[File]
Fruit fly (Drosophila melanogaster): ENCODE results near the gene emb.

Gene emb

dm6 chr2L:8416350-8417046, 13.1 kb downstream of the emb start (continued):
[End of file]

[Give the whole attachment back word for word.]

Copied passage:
Fruit fly (Drosophila melanogaster): ENCODE results near the gene emb.

Gene emb

dm6 chr2L:8416350-8417046, 13.1 kb downstream of the emb start (continued):